I don’t think you understand what the others are saying. Your design does not include any lateral support. While it looks plenty strong for vertical forces (such as hopping), should there be any horizontal force (such as from a side gap or a botched hop), the entire set may end up twisting or folding.

Conventional stair sets (with notched stringers) support horizontal forces when the stairs are tacked down with multiple screws on each side. This creates virtual triangles between the stringers, and everyone knows how wonderful triangles are in supporting structures.

Your set, however, has but rectangles between the stringers. We’re recommending you add some support between the stringers that creates at least one, and preferably more, effective triangles to prevent the folding effect.

Terry, Stairs are always made with notches in the sides(like a zigzag pattern) with the steps mounted on top. Then you can fasten through the top of the rungs into the side, much sturdier. I agree with other posters that your design is sketchy. I don’t want you to hurt yourself when these fail:(

Problem with cutting notches is that the 8" sides would have only about 2" of un-notched wood remaining at the bottom, making the stringers very likely to snap at each of the lowest points. I would have to go buy new stringers still at 2"x7’, but would need 12" wide instead of 8" so after notching I would still have 6" solid wood left along the bottom.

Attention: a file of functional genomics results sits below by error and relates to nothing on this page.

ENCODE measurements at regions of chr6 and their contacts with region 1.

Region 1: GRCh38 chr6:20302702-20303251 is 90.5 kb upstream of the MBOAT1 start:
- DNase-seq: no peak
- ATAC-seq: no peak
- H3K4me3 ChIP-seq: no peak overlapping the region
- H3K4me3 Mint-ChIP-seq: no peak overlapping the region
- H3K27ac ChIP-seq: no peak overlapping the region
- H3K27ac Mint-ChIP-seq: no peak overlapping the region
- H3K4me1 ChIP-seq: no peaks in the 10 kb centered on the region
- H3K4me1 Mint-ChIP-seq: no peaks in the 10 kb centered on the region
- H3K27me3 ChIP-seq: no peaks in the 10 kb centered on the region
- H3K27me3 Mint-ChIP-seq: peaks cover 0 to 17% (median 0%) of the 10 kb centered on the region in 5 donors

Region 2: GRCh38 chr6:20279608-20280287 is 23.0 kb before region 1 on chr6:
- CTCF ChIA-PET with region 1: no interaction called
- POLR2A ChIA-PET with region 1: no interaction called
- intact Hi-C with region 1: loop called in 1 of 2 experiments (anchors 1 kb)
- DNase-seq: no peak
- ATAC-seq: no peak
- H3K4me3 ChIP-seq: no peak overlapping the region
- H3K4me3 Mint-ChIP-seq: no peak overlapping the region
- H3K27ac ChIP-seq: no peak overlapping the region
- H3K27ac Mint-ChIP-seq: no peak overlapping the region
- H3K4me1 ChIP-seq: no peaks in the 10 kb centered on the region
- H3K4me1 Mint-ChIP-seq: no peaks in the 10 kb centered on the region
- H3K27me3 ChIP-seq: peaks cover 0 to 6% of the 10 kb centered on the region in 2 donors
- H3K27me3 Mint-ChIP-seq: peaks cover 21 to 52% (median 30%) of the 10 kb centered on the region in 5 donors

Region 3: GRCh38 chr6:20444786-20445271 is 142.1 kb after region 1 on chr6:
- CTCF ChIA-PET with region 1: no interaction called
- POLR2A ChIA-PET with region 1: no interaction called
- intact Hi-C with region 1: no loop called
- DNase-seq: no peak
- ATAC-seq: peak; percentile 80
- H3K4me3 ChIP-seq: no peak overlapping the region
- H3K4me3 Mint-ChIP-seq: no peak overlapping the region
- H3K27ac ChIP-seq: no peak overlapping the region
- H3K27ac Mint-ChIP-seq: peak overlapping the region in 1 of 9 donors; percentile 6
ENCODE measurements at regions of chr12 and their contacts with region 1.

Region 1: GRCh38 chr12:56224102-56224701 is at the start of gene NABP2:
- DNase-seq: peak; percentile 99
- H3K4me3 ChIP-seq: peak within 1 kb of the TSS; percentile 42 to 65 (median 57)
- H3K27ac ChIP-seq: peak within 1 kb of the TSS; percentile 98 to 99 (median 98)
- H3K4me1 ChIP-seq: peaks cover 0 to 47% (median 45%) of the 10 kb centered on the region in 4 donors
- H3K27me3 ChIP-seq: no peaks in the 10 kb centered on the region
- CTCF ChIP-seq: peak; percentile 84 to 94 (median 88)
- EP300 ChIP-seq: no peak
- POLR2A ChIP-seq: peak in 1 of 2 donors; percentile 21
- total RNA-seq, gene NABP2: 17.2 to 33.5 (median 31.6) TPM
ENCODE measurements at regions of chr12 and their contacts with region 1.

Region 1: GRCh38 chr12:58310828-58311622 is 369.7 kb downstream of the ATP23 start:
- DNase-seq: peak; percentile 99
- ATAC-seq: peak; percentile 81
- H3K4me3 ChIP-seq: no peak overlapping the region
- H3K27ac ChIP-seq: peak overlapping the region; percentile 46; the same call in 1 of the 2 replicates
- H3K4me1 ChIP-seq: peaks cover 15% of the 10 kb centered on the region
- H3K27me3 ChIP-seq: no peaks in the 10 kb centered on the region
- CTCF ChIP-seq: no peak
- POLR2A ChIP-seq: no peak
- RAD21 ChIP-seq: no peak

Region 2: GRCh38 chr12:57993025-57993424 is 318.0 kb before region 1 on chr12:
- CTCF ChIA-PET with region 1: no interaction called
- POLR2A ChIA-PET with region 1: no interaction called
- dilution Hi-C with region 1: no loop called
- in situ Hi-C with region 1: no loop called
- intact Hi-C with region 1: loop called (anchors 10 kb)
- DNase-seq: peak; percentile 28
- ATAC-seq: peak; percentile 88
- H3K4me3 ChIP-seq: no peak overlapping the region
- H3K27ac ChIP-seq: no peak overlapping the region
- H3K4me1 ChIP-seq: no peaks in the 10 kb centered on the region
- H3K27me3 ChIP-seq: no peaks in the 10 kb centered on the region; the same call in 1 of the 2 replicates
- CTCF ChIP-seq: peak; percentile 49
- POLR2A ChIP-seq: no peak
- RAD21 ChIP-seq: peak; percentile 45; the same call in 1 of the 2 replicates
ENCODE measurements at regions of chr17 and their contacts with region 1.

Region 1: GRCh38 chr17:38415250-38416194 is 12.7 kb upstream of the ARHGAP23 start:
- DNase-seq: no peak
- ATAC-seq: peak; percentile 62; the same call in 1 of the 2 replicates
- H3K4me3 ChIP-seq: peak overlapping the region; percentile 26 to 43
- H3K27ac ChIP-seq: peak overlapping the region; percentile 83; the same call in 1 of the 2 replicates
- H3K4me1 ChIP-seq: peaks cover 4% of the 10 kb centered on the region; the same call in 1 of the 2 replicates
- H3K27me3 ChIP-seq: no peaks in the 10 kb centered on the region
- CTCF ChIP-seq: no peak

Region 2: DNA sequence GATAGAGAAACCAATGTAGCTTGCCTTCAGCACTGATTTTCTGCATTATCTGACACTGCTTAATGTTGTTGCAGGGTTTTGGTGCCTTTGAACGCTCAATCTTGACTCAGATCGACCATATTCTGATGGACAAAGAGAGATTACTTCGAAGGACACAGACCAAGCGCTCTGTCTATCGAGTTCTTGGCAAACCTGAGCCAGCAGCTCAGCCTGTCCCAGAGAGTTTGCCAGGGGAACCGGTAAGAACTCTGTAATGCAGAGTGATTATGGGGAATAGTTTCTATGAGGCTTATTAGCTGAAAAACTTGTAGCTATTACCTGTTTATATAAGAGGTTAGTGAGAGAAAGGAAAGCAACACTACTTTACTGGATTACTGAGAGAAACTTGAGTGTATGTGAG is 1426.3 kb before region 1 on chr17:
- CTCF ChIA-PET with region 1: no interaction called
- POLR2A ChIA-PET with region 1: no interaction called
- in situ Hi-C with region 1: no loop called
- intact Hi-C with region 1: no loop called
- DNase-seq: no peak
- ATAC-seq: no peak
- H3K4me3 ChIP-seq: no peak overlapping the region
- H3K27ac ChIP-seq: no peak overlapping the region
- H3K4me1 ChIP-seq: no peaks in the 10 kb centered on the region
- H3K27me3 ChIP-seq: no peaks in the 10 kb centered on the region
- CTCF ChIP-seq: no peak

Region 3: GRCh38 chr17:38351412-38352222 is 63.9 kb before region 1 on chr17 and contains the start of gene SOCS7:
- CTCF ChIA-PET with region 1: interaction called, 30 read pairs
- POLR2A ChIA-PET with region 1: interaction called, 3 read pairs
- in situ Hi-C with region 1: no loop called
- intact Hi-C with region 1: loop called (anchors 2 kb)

I guess I could also “sandwich” each stringer with slats for insurance. I like this tutorial:

http://www.rd.com/advice-and-know-how/stepbystep-pictures-and-instructions-to-build-deck-stairs/article112711.html

And this is a way not to have to notch the wood:

This is what you need to do to make it sturdy. Just use some 4x4’s for the back support.

We care about you, Terry, and are trying to help you to push your retirement date later.:slight_smile:

Yeah that looks sturdy, but don’t you think three stringers would be more than string enough? I’m making the stair about 30" wide, instead of 36", so it’s fairly narrow, so three stringer should be fine. Also, those in the pic look maybe 12" wide. Other thing is, my jig saw doesn’t cut deep enough for a 2" thick piece, and neither does my circular saw. I need a new one anyway, so maybe I can buy a new one that has a bigger diameter blade for deeper cuts. This should be good:

The other thing is that this has to be “portable”, so I need it as lightweight as possible, while still maintaining sufficient strength.

I like the basic idea in the picture although it’s probably a bit more involved than you bargained for.

Hand saw.

Yes, much more involved! :astonished: And yes, the hand saw is used to finish the remainder of each notch cut; the circular is used for the initial cut, which stops about an inch before the end so you don’t over shoot it. Then you complete it with the hand saw for more accuracy. :slight_smile:

Maybe I could just make a few of these and use pallets to make each set higher? This way there is no diagonal weakness and each set is firmly flush on the ground. My original idea was to use only pallets, stacking them in a stair-like formation, but it would just take so many I abandoned that idea. This method would require a lot less. If I made three of these, or 6 stairs total, I would only need pallets for the second two sets. Either that or just make square platforms to put them on.

steps.jpg